When we invest, we're generally looking for stocks that outperform the market average. Buying under-rated businesses is one path to excess returns. For example, the National Express Group PLC (LON:NEX) share price is up 93% in the last 5 years, clearly besting the market return of around 8.4% (ignoring dividends). On the other hand, the more recent gains haven't been so impressive, with shareholders gaining just 18% , including dividends .
While markets are a powerful pricing mechanism, share prices reflect investor sentiment, not just underlying business performance. One flawed but reasonable way to assess how sentiment around a company has changed is to compare the earnings per share (EPS) with the share price.
During five years of share price growth, National Express Group achieved compound earnings per share (EPS) growth of 24% per year. The EPS growth is more impressive than the yearly share price gain of 14% over the same period. So it seems the market isn't so enthusiastic about the stock these days.
You can see below how EPS has changed over time (discover the exact values by clicking on the image).
It might be well worthwhile taking a look at our free report on National Express Group's earnings, revenue and cash flow.
What About Dividends?
As well as measuring the share price return, investors should also consider the total shareholder return (TSR). Whereas the share price return only reflects the change in the share price, the TSR includes the value of dividends (assuming they were reinvested) and the benefit of any discounted capital raising or spin-off. It's fair to say that the TSR gives a more complete picture for stocks that pay a dividend. We note that for National Express Group the TSR over the last 5 years was 130%, which is better than the share price return mentioned above. This is largely a result of its dividend payments!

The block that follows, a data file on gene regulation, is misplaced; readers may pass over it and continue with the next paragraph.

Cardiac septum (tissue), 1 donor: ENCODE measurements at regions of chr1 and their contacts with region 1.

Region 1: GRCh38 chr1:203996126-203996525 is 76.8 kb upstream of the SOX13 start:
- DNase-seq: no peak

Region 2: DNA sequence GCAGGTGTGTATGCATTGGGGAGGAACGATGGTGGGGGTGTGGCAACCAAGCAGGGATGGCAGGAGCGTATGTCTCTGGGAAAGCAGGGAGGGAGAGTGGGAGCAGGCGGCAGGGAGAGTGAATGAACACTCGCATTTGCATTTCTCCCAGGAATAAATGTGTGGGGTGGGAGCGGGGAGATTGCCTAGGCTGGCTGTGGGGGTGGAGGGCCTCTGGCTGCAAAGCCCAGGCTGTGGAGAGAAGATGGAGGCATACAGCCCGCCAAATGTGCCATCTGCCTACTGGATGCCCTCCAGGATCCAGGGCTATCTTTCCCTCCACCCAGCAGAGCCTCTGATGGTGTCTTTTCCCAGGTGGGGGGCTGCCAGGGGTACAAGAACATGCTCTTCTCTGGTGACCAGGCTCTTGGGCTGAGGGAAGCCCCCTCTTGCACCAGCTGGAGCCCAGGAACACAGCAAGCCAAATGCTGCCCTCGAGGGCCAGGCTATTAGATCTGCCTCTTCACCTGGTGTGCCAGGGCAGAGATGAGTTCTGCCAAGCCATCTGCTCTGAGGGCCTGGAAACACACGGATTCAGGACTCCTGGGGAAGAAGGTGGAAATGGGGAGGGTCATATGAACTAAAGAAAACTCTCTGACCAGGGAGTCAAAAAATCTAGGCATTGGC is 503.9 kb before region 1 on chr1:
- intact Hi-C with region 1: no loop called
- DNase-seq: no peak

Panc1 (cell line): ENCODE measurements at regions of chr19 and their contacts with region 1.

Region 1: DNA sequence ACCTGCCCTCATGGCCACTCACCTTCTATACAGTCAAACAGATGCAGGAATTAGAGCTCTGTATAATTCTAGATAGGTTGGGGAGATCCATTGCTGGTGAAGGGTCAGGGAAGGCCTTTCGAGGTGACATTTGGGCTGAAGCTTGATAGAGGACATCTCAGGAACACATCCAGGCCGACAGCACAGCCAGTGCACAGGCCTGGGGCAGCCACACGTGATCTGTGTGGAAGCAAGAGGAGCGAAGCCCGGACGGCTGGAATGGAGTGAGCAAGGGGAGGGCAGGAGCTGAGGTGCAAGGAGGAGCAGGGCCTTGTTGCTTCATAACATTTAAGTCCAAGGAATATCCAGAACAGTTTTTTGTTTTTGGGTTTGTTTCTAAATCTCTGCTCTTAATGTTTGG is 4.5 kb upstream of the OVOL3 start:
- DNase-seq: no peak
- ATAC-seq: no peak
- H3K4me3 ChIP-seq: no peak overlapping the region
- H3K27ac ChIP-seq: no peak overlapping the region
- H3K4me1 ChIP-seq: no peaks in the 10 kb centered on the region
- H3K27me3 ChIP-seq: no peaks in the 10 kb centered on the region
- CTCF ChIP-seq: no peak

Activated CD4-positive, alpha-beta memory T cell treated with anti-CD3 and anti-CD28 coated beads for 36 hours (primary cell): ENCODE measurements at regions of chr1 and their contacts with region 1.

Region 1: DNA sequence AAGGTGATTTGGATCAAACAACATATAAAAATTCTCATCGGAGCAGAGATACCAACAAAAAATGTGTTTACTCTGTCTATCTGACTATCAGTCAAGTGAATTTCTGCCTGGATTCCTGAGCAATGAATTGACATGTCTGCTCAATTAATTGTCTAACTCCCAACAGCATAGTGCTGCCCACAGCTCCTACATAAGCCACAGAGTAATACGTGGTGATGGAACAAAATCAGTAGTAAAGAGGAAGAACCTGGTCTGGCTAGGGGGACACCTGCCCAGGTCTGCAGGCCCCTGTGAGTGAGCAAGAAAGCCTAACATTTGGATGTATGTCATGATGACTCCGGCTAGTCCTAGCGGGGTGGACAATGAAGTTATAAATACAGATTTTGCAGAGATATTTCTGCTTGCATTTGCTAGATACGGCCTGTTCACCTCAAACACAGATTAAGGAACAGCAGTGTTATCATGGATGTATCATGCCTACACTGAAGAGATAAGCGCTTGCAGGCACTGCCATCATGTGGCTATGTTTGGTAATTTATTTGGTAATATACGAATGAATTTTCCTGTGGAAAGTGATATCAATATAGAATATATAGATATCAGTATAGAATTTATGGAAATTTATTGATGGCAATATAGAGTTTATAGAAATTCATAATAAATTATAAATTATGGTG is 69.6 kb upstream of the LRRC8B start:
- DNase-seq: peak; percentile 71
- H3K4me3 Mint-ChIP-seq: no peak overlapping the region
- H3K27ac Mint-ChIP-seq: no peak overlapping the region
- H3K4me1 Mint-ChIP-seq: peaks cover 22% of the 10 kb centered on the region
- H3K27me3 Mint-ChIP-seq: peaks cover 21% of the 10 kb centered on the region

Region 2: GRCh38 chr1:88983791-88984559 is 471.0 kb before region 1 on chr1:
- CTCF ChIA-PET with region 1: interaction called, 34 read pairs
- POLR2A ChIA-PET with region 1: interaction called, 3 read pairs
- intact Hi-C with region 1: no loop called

A Different Perspective
It's good to see that National Express Group has rewarded shareholders with a total shareholder return of 18% in the last twelve months. That's including the dividend. That's better than the annualised return of 18% over half a decade, implying that the company is doing better recently. In the best case scenario, this may hint at some real business momentum, implying that now could be a great time to delve deeper. If you would like to research National Express Group in more detail then you might want to take a look at whether insiders have been buying or selling shares in the company.
Of course, you might find a fantastic investment by looking elsewhere. So take a peek at this free list of companies we expect will grow earnings.
Please note, the market returns quoted in this article reflect the market weighted average returns of stocks that currently trade on GB exchanges.
We aim to bring you long-term focused research analysis driven by fundamental data. Note that our analysis may not factor in the latest price-sensitive company announcements or qualitative material.
If you spot an error that warrants correction, please contact the editor at email@example.com. This article by Simply Wall St is general in nature. It does not constitute a recommendation to buy or sell any stock, and does not take account of your objectives, or your financial situation. Simply Wall St has no position in the stocks mentioned. Thank you for reading.